Belle II: World record in the accelerator

Japanese accelerator SuperKEKB reaches highest luminosity ever measured

The SuperKEKB accelerator. Image: KEK

The accelerator has broken its own record since. Image: Belle II collaboration

Tailwind for the search for rare particle decay in the Belle II experiment: The SuperKEKB accelerator ring has now achieved the highest luminosity ever measured. The electron-positron accelerator beats not only its predecessor KEKB but also the Large Hadron Collider (LHC) at CERN. This has just been announced by the Japanese research center KEK, the operator of the accelerator.

In SuperKEKB, electrons and positrons are accelerated to high energies and collided in the Belle II detector. Scientists want to find out more about what causes the different behavior of matter and anti-matter in the universe. The German Belle II collaboration developed the innermost detector in Belle II.

Luminosity plays a key role here. It indicates how many particles are gathered per second and square centimeter. It is thus a factor for the number of collisions that take place and which can be evaluated in the Belle II detector. The more measurement data, the higher the probability of finding rare decay. On 15 June 2020, the value was 2.22 × 1034 cm−2s−1.

"Keeping the accelerator so consistently at world record luminosity is a great achievement of the SuperKEKB accelerator team and further improvements are already planned for this autumn. We are looking forward to the data from these record collisions," says Carsten Niebuhr, Belle researcher at DESY.

But this is only the beginning. In the next few years, the luminosity will continue to increase to 40-fold the current record. The scientists have come up with a number of technical details.
Target: Increase the collision rate

In order to obtain a high luminosity, scientists can tweak two parameters: the densitiy of the beams of electrons and positrons and the particle stream, i.e. the number of particles per beam.

Italian physicist Pantaleo Raimondi developed the “nano-beam method”, which allows the particle beam to be focused to a beam that is 10 micrometres long and 50 nanometres high. For comparison: Corona viruses are 120–160 nanometers in diameter. The current world record could already be achieved with a 20-micrometre-wide and 220-nanemetre-high beam. The particle stream can also be further improved by a factor of 4 to 5.
The technical innovations

To implement the nano-beam process and increase the particle flow, the operators have introduced technical innovations to the SuperKEKB ring. These include the installation of a new beamline, the installation of a new superconducting magnets that focus the beams, installation of a new dampening ring for positrons and a high-performance particle source.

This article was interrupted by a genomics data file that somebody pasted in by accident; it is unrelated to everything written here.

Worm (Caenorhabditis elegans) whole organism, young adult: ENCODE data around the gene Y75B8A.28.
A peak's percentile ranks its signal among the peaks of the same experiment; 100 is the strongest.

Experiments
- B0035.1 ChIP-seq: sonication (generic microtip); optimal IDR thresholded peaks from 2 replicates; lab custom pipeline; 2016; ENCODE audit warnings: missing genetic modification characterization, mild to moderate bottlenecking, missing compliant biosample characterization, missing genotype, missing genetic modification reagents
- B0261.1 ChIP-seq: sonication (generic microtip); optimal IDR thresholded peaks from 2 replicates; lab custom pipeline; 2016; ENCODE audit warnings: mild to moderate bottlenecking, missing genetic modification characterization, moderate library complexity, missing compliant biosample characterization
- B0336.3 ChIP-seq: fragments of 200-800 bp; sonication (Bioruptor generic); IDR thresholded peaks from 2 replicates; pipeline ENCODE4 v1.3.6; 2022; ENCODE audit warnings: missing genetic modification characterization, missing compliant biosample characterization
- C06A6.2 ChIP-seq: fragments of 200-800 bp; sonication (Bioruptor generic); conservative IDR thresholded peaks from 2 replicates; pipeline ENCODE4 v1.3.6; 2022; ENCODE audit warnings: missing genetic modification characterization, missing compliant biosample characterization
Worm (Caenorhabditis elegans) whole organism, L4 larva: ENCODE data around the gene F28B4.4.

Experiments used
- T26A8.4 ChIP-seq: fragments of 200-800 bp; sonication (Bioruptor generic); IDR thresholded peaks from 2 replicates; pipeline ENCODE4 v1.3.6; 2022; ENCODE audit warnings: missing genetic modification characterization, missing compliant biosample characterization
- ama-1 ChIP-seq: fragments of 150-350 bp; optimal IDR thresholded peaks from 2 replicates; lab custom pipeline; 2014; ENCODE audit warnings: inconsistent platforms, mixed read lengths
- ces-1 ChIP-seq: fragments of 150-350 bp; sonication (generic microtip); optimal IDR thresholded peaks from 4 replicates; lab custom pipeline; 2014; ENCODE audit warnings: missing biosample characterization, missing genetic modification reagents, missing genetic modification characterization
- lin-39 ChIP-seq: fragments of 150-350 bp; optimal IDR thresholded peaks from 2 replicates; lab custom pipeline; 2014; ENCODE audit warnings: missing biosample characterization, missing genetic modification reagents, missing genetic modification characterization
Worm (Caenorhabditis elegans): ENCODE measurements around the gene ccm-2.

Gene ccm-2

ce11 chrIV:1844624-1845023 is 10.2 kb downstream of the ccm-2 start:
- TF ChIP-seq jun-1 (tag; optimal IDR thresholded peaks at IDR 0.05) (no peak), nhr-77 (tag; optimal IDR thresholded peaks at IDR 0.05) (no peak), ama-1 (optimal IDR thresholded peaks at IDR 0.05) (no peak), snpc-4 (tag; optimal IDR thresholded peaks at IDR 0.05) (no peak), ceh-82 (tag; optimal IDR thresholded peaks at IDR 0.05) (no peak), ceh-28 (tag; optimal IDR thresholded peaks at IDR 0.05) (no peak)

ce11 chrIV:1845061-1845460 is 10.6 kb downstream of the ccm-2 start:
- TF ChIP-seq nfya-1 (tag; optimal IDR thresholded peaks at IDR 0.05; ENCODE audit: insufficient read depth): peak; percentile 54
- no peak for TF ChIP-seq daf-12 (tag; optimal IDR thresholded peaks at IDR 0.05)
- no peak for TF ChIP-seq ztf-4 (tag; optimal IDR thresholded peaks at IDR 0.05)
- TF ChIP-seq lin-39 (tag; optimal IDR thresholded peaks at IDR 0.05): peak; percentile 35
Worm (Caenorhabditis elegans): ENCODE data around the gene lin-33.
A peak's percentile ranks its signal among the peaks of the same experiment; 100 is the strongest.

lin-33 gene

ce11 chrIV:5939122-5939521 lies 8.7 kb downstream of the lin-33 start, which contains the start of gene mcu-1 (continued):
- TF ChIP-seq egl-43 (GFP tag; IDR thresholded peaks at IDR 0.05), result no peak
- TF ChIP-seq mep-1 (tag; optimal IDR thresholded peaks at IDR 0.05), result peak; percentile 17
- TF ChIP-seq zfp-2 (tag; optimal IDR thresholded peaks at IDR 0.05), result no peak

Effects on the Belle II experiment

The electron and positron beams meet in the center of the Belle II detector. The physicists and engineers in the Belle II consortium use it to study particles created in the collision – essentially B mesons, charm mesons, and tau leptons as well as their corresponding antiparticles.

The behaviour of these particles is largely described in the Standard Model of Particle Physics. However, the Standard Model cannot explain all observable phenomena, for example dark matter or why there is matter but hardly any antimatter in the universe. Researchers hope to find the answers in signals from rare decay processes. The high-performance SuperKEKB machine makes it possible to record and analyse more of these events.

Over the next ten years, Belle II is expected to record 50-fold more collisions than the previous Belle detector. The physicists can then use the experiment to evaluate 50 billion B meson pairs and a similarly high number of charm mesons and tau leptons. This will allow them to delve deeper into the mysteries of the universe than ever before.

The German working groups in the Belle II experiment are funded by the following institutions and programmes:

           European Research Council
           The German Federal Ministry of Education and Research
           German Research Foundation, particularly within the framework of the excellence strategy of the federal government and the federal states:
         “ORIGINS“: EXC-2094 – 390783311
         “Quantum Universe”: EXC-2121 – 390833306

           Helmholtz Society
           European Union’s Horizon 2020 – grant agreement No 822070
           Max Planck Society